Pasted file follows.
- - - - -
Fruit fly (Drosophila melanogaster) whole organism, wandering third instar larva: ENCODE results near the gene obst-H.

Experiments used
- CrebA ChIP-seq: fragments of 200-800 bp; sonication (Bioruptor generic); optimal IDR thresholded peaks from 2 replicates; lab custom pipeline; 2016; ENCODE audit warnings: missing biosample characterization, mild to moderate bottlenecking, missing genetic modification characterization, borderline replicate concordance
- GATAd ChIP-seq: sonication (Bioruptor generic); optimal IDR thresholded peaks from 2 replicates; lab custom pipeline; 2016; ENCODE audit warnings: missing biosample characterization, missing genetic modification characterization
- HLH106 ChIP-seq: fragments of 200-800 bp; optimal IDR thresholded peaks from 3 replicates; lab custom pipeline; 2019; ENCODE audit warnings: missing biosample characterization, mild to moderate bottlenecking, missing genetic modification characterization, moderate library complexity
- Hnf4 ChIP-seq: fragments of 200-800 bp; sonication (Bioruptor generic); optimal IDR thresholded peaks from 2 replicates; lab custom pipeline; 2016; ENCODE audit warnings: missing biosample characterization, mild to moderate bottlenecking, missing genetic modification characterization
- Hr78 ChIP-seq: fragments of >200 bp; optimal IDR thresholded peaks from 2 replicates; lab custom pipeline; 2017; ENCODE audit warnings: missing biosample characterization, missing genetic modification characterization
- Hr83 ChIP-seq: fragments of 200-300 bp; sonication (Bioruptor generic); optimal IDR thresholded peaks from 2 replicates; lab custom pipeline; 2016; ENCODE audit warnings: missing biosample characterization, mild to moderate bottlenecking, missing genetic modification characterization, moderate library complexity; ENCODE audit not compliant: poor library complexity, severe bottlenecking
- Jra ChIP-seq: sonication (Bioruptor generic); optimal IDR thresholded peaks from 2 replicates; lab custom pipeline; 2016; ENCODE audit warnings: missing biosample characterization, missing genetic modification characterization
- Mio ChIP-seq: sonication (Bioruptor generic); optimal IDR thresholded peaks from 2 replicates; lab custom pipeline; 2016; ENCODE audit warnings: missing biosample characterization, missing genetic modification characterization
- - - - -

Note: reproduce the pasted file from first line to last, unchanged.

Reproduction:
Fruit fly (Drosophila melanogaster) whole organism, wandering third instar larva: ENCODE results near the gene obst-H.

Experiments used
- CrebA ChIP-seq: fragments of 200-800 bp; sonication (Bioruptor generic); optimal IDR thresholded peaks from 2 replicates; lab custom pipeline; 2016; ENCODE audit warnings: missing biosample characterization, mild to moderate bottlenecking, missing genetic modification characterization, borderline replicate concordance
- GATAd ChIP-seq: sonication (Bioruptor generic); optimal IDR thresholded peaks from 2 replicates; lab custom pipeline; 2016; ENCODE audit warnings: missing biosample characterization, missing genetic modification characterization
- HLH106 ChIP-seq: fragments of 200-800 bp; optimal IDR thresholded peaks from 3 replicates; lab custom pipeline; 2019; ENCODE audit warnings: missing biosample characterization, mild to moderate bottlenecking, missing genetic modification characterization, moderate library complexity
- Hnf4 ChIP-seq: fragments of 200-800 bp; sonication (Bioruptor generic); optimal IDR thresholded peaks from 2 replicates; lab custom pipeline; 2016; ENCODE audit warnings: missing biosample characterization, mild to moderate bottlenecking, missing genetic modification characterization
- Hr78 ChIP-seq: fragments of >200 bp; optimal IDR thresholded peaks from 2 replicates; lab custom pipeline; 2017; ENCODE audit warnings: missing biosample characterization, missing genetic modification characterization
- Hr83 ChIP-seq: fragments of 200-300 bp; sonication (Bioruptor generic); optimal IDR thresholded peaks from 2 replicates; lab custom pipeline; 2016; ENCODE audit warnings: missing biosample characterization, mild to moderate bottlenecking, missing genetic modification characterization, moderate library complexity; ENCODE audit not compliant: poor library complexity, severe bottlenecking
- Jra ChIP-seq: sonication (Bioruptor generic); optimal IDR thresholded peaks from 2 replicates; lab custom pipeline; 2016; ENCODE audit warnings: missing biosample characterization, missing genetic modification characterization
- Mio ChIP-seq: sonication (Bioruptor generic); optimal IDR thresholded peaks from 2 replicates; lab custom pipeline; 2016; ENCODE audit warnings: missing biosample characterization, missing genetic modification characterization